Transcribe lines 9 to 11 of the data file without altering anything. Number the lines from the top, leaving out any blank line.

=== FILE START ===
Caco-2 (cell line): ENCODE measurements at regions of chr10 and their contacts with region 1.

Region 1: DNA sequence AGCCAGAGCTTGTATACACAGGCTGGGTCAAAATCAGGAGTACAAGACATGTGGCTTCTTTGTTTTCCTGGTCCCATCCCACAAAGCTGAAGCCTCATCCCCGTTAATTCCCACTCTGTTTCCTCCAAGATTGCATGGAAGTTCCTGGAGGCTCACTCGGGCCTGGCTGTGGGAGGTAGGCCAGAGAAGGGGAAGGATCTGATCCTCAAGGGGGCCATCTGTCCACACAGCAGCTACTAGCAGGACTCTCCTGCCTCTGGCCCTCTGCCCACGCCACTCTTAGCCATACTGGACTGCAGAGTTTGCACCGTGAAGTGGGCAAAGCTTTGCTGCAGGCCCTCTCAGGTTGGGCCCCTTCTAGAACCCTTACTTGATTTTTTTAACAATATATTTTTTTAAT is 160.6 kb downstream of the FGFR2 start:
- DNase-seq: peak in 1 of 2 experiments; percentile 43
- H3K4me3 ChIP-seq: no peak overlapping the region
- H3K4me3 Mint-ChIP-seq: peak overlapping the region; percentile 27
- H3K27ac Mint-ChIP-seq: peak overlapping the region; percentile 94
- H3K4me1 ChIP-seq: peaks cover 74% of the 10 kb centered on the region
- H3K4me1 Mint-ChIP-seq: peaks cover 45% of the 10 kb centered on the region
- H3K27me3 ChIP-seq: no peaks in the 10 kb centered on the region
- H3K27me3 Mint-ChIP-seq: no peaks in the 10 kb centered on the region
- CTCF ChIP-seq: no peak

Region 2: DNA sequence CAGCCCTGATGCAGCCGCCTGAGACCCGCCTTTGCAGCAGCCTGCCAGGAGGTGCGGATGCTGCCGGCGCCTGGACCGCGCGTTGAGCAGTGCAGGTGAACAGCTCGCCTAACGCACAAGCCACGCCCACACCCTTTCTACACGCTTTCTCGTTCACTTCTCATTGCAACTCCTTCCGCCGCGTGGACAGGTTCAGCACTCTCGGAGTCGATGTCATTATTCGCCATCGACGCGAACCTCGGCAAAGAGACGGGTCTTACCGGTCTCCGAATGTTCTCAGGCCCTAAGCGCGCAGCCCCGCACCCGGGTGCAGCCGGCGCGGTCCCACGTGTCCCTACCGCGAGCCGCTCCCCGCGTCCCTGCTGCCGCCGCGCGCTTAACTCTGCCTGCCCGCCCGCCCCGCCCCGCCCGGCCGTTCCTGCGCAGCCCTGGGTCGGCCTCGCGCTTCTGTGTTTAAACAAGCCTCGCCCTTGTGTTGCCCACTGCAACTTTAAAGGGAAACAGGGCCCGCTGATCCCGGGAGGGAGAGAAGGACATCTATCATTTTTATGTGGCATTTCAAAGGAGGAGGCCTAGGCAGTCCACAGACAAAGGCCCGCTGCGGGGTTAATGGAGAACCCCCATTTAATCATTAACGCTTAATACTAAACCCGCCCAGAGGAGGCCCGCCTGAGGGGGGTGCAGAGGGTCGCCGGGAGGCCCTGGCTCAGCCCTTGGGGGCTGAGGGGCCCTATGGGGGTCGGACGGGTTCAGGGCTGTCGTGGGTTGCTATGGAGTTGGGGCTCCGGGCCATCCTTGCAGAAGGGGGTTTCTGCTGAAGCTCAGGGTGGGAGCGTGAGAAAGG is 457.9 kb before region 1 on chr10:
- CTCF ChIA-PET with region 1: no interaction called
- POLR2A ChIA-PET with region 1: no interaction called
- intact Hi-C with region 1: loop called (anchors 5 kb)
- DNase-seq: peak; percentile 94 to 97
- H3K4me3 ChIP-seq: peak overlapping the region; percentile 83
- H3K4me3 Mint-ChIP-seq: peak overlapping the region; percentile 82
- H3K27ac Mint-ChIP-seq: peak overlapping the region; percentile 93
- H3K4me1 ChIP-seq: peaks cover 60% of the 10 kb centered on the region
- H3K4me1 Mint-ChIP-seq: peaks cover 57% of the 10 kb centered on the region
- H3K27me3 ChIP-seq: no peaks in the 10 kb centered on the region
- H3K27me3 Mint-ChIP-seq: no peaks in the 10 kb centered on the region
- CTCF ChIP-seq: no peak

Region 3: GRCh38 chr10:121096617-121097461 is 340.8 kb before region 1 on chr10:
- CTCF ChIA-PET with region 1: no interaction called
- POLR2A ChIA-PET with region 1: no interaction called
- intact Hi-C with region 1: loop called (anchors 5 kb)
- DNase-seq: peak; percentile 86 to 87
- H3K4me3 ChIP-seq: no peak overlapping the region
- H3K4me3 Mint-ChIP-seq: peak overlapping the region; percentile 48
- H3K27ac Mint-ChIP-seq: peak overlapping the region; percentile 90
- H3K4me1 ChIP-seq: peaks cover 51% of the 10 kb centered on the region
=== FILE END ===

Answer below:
- H3K27me3 ChIP-seq: no peaks in the 10 kb centered on the region
- H3K27me3 Mint-ChIP-seq: no peaks in the 10 kb centered on the region
- CTCF ChIP-seq: no peak